November 20, 2018
Women are generally seen as the physically weaker gender — despite the whole bearing and giving birth thing.
But a new study finds that women have no more health problems than men from strenuous training and extreme physical exertion, Health Day reports.
Researchers in Scotland created a small study to quantify the health – before and after – of six British women who crossed Antarctica on foot in 62 days as part of the first all-female expedition. Researchers analyzed their stress, hormone levels and body weight, among other health markers, according to the magazine.
#tbt One year ago today the Ice Maidens finally got to start their Antarctic record attempt after a 15day delay at Union Glacier base camp. @wildrnics led the team on the first of 1704km! @Mountain_Sandy @Mountain_Sophie @outdoorzan @icemaidenjenni @NTaylorN4 @BritishArmy pic.twitter.com/7nhur3Des8— Ice Maiden (@exicemaiden) November 20, 2018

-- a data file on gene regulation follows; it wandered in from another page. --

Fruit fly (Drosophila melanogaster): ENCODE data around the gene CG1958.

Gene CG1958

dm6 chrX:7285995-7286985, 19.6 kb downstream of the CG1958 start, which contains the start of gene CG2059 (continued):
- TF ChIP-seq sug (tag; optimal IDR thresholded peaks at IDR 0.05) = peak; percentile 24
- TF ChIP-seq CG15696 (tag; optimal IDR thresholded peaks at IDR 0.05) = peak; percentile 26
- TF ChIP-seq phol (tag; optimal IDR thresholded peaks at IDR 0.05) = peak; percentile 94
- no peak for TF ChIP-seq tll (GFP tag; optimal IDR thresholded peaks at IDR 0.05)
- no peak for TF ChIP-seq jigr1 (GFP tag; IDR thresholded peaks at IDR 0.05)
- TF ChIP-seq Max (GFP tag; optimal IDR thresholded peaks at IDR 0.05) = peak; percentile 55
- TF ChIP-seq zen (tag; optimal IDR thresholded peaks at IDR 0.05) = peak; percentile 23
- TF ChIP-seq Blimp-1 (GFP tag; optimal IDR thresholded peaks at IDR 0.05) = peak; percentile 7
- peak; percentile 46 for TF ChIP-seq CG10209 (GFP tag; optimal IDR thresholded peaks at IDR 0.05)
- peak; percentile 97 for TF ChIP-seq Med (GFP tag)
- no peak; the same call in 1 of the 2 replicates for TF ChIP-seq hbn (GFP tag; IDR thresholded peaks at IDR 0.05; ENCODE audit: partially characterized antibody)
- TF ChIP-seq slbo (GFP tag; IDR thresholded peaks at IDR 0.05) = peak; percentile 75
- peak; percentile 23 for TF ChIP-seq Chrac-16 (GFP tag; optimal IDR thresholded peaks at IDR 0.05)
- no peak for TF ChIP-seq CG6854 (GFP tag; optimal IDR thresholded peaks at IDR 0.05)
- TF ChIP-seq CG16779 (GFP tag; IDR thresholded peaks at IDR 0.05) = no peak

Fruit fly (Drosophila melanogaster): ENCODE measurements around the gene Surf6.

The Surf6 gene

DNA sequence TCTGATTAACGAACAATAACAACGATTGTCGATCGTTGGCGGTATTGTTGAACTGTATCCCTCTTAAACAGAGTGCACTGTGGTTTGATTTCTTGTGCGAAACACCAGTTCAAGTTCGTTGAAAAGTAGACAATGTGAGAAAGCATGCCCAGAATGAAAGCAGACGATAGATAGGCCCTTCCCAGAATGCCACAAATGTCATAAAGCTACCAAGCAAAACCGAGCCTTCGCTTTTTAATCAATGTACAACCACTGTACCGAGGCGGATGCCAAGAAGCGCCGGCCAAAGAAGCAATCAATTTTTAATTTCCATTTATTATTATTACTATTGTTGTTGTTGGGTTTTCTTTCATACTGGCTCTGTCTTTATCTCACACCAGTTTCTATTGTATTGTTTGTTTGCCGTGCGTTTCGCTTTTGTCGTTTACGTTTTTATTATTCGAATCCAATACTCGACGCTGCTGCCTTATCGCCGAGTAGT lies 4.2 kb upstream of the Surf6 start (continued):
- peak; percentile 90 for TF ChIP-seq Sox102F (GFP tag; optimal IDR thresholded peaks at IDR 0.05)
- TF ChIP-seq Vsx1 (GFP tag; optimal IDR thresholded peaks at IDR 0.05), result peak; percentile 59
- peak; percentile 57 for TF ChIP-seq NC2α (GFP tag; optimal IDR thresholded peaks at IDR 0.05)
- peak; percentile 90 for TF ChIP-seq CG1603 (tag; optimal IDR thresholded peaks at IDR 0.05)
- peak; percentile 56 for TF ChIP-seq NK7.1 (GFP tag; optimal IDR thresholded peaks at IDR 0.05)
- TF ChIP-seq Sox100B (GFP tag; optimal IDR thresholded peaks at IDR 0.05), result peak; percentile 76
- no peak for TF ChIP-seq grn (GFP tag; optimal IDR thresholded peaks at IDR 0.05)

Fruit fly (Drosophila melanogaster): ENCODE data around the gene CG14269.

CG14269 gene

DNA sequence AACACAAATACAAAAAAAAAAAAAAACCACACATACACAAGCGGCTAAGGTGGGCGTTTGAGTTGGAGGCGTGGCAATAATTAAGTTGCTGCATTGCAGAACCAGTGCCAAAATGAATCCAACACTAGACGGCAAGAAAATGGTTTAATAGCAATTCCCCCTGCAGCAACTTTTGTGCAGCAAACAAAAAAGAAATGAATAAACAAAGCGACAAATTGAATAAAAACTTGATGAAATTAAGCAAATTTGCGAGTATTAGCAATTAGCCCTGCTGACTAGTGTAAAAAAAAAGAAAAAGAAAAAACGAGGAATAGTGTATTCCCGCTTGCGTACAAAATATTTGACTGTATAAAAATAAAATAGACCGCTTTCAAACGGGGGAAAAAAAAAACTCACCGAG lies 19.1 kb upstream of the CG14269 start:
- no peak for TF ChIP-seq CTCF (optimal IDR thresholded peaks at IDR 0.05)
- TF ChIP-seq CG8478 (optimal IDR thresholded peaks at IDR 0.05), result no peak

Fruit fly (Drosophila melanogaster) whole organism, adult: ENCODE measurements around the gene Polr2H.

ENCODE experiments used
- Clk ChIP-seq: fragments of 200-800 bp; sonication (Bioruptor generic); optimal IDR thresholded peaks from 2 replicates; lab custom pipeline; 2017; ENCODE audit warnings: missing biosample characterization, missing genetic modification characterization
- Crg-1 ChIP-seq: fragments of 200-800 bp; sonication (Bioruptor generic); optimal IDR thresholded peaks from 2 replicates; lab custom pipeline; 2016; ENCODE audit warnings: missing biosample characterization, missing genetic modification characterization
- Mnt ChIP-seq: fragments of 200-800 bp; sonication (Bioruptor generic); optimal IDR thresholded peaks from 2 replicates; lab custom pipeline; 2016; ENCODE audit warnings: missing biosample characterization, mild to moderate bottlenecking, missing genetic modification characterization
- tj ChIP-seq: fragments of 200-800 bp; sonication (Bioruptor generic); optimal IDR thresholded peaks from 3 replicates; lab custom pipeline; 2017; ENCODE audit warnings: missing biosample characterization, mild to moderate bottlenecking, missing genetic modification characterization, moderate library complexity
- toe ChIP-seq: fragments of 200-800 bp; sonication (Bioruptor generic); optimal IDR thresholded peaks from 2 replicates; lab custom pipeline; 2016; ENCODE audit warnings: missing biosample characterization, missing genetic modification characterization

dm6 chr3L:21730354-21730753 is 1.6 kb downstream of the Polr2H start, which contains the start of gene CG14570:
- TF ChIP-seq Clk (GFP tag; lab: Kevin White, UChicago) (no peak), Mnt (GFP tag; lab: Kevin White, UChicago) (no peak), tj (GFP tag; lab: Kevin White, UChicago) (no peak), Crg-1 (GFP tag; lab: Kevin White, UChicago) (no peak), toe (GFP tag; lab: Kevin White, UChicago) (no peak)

Health Day reported:
Markers of reproductive function and bone strength did not change in the women, and some markers showed delayed, exercise-related benefits to the women's physical fitness up to two weeks after the expedition, the study found.
"These findings could have important relevance for men and women in arduous or stressful employment, where there is concern that they are damaging their health. If an appropriate training and nutritional regime is followed, their health may be protected," researcher Robert Gifford, from the University of Edinburgh and the Royal Center for Defense in Scotland, noted in a news release.
The findings were presented Sunday at the Society for Endocrinology's annual conference, in Glasgow, Scotland. Such research is considered preliminary until published in a peer-reviewed journal.